Over the last two weeks, the actor has posted a three-part video series titled "Dirty Little Secret" on his official Facebook page in which he opens up about how he overcame his pornography addiction.
In the first video diary, posted Feb. 11, Crews, 47, revealed his "dirty little secret" is that he was addicted to pornography for years – and even though he overcame the addiction six or seven years ago, "it really, really messed up my life in a lot of ways," he said.
"It became a thing where I didn't tell anybody. It was my secret, nobody knew, and that allowed it to grow, and it got bad," he explained. "If day turns into night and you are still watching, you probably got a problem, and that was me. I didn't tell my wife, didn't tell my friends, nobody knew."
Of his decision to speak about it publicly, the former NFL player said that "when you put it out there in the open ... it loses its power," and now that he is clean, it's become his "battle to help other people who are going through the same thing."
Crews said once his wife Rebecca King-Crews, 50, confronted him about it, he decided to tackle the problem and seek help.
"My wife was literally like, 'I don't know you anymore, I'm out of here,' " he recalled. "That changed me. I had to change because I realized this thing is a major, major problem. I literally had to go to rehab for it."
But, he clarified, "I did not get help so I could get my wife back, I got help because I needed it. She did decide to stay with me because she knew I was repentant, she knew I was going to get help and she knew I was sorry. ... And it's not enough to just ask forgiveness, it's always necessary to make amends."
"My issue was and is with pornography is it changes the way you think about people. People become objects, people become body parts, they become things to be used rather than people to be loved," he went on. "You start to use people, you start to feel like you're the man and they're just whatever."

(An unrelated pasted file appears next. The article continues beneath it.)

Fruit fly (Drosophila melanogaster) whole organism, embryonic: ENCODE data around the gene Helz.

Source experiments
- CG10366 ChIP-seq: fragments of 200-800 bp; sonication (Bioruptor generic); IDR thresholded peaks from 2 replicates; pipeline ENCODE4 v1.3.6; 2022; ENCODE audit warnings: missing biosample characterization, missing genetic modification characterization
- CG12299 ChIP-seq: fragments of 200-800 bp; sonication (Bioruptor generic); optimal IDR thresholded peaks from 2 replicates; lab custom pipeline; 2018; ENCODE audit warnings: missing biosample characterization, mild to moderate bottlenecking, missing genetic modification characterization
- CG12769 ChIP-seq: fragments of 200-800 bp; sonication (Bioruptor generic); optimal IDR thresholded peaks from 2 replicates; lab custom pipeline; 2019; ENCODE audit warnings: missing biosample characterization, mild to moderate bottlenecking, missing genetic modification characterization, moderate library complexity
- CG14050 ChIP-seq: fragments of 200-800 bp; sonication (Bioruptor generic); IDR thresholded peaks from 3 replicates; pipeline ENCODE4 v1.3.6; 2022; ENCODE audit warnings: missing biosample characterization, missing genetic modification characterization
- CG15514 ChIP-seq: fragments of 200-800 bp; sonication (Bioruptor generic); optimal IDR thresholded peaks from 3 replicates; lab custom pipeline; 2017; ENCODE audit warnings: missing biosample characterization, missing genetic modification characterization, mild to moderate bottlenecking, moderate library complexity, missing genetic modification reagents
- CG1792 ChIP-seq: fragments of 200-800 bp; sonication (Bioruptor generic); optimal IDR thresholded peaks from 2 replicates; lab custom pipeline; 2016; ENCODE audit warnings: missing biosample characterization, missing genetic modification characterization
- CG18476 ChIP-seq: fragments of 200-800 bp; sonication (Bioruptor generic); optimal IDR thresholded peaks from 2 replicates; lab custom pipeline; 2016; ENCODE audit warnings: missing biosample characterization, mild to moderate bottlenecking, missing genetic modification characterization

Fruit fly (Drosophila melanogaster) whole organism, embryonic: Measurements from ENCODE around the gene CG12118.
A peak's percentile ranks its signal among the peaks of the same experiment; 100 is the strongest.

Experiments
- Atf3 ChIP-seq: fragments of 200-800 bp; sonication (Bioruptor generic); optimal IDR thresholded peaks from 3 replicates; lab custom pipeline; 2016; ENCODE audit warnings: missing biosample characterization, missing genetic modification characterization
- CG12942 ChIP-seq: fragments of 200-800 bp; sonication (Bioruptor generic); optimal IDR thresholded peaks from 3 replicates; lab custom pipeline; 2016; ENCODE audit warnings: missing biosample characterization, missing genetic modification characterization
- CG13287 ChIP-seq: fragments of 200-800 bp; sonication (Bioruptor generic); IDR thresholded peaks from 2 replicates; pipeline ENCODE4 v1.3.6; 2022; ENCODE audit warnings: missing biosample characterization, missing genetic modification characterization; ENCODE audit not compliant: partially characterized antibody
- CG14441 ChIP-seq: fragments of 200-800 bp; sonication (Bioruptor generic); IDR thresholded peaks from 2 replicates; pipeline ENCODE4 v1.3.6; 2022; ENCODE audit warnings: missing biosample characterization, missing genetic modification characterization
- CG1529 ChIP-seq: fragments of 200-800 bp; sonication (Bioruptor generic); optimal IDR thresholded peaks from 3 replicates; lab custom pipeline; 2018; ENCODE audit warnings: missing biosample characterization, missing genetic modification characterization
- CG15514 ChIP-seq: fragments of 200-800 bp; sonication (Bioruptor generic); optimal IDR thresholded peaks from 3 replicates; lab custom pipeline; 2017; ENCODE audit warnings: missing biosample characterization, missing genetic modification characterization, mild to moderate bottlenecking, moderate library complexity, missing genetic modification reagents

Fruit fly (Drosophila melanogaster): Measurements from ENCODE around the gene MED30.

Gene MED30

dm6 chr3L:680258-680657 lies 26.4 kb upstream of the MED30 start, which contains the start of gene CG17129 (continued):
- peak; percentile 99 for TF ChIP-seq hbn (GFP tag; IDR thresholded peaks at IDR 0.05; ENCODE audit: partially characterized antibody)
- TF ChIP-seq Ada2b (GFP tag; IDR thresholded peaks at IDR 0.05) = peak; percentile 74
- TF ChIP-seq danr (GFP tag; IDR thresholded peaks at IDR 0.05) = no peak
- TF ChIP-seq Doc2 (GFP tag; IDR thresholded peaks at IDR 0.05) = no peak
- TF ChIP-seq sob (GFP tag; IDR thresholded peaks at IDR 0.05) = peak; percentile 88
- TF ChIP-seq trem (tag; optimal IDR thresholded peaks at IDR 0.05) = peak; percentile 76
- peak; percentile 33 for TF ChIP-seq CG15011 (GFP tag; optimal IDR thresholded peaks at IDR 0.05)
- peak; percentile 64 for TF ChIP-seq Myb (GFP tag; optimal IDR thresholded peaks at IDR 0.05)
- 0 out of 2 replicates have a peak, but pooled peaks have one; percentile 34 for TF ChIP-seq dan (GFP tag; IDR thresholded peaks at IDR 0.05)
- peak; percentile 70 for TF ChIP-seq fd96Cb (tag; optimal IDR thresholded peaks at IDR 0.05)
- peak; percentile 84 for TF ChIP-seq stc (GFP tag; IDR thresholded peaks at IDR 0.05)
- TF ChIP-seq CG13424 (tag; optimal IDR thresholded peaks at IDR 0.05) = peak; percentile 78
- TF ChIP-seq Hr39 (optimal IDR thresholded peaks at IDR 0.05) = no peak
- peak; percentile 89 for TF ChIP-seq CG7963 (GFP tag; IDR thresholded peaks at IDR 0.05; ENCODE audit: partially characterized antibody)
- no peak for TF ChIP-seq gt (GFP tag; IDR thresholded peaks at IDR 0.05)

In the second video diary, posted Feb. 17, the Brooklyn Nine-Nine actor expanded on how therapy helped him address his addiction.
"I went to therapy big time. When I went into therapy, I didn't know what was going on. I didn't know how to beat it, I couldn't do it alone," he said. "What I was told is I needed to become more aware. Being aware is really just about knowing how you feel, knowing where you are in a particular moment. I had to realize when I was feeling depressed, I had to realize when I was feeling lonely because those are the times that I was more likely to use pornography."
The main thing Crews said he learned he needed to understand is the concept of shame.
"Shame doesn't say you did something bad, shame says you are bad. And when you think and believe that you are bad, there's no way out," he said. "You say: 'You know what, forget it, I might as well use drugs, I might as well overeat, I might as well use porn.' Because if you believe that are bad, then you act accordingly. What you have to change is that paradigm in your life, you have to believe that you are good."
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Crews also explained several women had reached out to him, asking how to address the issue with their husbands or boyfriends: "If a man has this kind of addiction, what you have to do, women everywhere, is be fearless. Men are run by pride. A lot of times, women operate on fear and men like to manipulate that. ... Women, you need to be fearless. You need to confront your man about this problem. ... My wife didn't accept it and it was a wake up [call] that I needed."
"I'm calling on men to be more accountable," Crews added. "A true man and a true woman is a person who takes responsibility for everything in his life, good and bad."
In the most recent video, shared Tuesday, Crews got candid about what he calls his "sense of entitlement."
"I had the biggest sense of entitlement, ever. I felt the world owed me something. I felt like my wife owed me sex. When you have a sense of entitlement, it's extremely dangerous," he said. "What entitlement does is it gives you self-pity. And self-pity ... feels good. It feels good."
"This sense of entitlement – and I'm just speaking for men, it tends to be a very male pride oriented thing, because I believed that I was more valuable than my wife as a human being because I was a man," he admitted. "When you believe that you are more valuable then another person, you kind of feel like they owe you. I was wrong. In fact, the belief that I was more valuable than my wife actually made me half a man."
Crews then explained his perspective on how the porn addiction came about, and how dangerous it actually was.
"Every man out there desires intimacy. Every time you look at pornography, it's a desire for intimacy," he said. "You are trying to fight your feelings of being alone by filling it with pornography in an attempt to feel that you are with someone and you know someone. But pornography is an intimacy killer. It kills all intimacy."
Crews, who said his wife also sought therapy, admitted pornography "was killing my relationship. Every time I watched it, I was walled off, it was like another brick that came between me and my wife."
"Guys, you have to examine what you believe about you in your relationships. ... If you do not change your beliefs, it is impossible to change your action," Crews urged. "The more we talk about it, the more we can beat it."